A Vice President at Amazon Web Services, Amazon’s cloud computing behemoth, published a blog post announcing the release of its own version of Elasticsearch, a powerful open-source software search engine tool.
Elastic is a public company founded in 2012 that is currently worth over $5 billion; the vast majority of its revenue is generated by selling subscription access to Elastic’s search capabilities via the cloud. It’s based in Amsterdam and employs more than 1,200 people.
In the blog post, Adrian Cockcroft, VP of cloud architecture strategy at Amazon Web Services (AWS), explained that the company felt forced to take action because Elastic was “changing the rules” on how its software code could be shared. Those changes, made in the run-up to Elastic’s 2018 IPO, started mixing intellectual property into Elastic’s overall line of software products.
Open-source software is defined as code that can be freely shared and modified by anyone. But now Elastic was telling customers that certain elements in its product mix could not be accessed without payment and that the code could not be freely shared.
Elastic did not explain its strategic shift at the time. But industry observers interpreted the changes as a response to increasing competition from AWS, which had incorporated Elasticsearch’s code and search functionality into its own suite of computing services.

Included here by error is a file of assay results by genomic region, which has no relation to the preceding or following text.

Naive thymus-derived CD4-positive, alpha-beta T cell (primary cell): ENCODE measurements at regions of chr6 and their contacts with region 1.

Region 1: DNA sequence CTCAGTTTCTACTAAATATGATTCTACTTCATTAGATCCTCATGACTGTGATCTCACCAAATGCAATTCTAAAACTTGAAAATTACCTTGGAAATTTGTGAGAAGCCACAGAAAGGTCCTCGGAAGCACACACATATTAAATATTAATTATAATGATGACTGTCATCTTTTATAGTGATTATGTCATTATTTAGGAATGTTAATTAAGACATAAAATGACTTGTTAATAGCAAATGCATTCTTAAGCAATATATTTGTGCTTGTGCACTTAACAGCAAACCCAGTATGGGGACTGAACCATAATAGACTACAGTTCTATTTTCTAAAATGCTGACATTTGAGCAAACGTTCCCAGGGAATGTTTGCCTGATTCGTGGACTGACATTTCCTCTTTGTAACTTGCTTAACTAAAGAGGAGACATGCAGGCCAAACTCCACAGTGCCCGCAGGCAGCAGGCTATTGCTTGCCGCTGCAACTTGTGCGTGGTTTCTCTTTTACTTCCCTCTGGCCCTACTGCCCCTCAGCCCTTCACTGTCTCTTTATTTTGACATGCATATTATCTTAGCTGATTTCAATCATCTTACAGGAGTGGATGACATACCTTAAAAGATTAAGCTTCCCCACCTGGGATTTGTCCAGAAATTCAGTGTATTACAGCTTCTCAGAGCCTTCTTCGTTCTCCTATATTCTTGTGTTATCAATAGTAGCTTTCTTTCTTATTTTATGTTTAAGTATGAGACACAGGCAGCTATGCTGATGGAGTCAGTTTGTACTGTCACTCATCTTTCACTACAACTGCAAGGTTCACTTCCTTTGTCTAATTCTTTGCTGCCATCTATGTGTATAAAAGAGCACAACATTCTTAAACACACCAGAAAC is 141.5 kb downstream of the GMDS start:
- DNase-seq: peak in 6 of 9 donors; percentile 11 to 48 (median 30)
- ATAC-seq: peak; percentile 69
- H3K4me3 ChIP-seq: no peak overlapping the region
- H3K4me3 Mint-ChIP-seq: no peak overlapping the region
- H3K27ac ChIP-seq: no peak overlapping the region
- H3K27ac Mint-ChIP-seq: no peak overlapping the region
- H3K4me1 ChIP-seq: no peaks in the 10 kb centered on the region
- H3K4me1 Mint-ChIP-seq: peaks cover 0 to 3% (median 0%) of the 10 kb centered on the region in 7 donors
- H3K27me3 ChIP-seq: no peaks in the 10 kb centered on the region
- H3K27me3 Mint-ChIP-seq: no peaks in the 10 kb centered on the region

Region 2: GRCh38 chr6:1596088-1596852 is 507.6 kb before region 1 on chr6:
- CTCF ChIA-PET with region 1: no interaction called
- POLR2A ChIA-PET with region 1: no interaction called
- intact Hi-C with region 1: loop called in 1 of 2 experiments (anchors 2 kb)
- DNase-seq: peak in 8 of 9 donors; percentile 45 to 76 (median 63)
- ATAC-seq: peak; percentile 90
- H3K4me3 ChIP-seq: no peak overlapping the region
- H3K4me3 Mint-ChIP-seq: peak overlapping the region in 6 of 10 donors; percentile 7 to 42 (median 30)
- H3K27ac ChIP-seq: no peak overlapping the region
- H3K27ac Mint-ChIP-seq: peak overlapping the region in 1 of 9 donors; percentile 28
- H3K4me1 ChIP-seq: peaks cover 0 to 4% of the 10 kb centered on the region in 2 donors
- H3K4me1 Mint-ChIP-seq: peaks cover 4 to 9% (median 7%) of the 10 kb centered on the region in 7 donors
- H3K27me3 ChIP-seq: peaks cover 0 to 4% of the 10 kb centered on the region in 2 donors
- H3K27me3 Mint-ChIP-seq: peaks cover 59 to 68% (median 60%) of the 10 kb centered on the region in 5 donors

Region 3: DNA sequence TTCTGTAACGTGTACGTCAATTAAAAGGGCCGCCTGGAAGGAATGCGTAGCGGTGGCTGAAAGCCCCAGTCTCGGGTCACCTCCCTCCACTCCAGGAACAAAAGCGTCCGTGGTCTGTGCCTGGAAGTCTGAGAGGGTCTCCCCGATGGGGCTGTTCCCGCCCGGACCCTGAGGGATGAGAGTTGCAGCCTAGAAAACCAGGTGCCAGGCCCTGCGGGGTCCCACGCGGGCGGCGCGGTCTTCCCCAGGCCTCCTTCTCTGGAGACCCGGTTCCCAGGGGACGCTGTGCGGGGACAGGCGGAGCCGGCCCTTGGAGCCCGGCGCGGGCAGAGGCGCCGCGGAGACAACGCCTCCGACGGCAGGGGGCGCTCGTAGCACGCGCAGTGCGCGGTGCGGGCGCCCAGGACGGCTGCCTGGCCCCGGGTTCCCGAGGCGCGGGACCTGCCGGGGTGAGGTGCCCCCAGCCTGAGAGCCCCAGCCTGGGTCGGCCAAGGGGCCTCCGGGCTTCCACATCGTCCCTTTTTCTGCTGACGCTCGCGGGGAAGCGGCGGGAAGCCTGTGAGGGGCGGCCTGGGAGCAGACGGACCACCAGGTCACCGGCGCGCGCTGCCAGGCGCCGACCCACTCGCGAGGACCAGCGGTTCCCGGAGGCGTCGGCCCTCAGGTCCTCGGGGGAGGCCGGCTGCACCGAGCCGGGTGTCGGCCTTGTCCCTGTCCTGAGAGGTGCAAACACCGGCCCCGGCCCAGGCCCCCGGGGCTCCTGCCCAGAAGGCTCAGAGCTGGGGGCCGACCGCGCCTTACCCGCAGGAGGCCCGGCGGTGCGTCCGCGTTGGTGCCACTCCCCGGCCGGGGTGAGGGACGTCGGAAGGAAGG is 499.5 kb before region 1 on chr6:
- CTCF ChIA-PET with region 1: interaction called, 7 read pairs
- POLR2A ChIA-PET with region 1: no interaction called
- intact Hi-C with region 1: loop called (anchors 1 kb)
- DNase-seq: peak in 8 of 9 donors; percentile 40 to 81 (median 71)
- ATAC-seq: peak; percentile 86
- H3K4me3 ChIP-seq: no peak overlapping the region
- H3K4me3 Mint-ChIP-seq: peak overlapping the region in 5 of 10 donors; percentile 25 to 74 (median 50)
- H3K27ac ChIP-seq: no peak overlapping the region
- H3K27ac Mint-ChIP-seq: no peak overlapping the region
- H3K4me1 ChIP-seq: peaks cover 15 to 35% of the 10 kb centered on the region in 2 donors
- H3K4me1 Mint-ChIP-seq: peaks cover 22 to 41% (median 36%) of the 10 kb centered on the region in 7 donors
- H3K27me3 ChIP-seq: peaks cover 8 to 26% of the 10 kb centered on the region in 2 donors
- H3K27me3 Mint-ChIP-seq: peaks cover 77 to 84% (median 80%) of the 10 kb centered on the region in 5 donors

Elastic isn’t the only open source cloud tool company currently looking over its shoulder at AWS. In 2018 alone, at least eight firms have made similar “rule changes” designed to ward off what they see as unfair competition from a company intent on cannibalizing their services.
In his blog post, Cockcroft argued that by making part of its product suite proprietary, Elastic was betraying the core principles of the open source community. “Customers must be able to trust that open source projects stay open,” Cockcroft wrote. “When important open source projects that AWS and our customers depend on begin restricting access, changing licensing terms, or intermingling open source and proprietary software, we will invest to sustain the open source project and community.”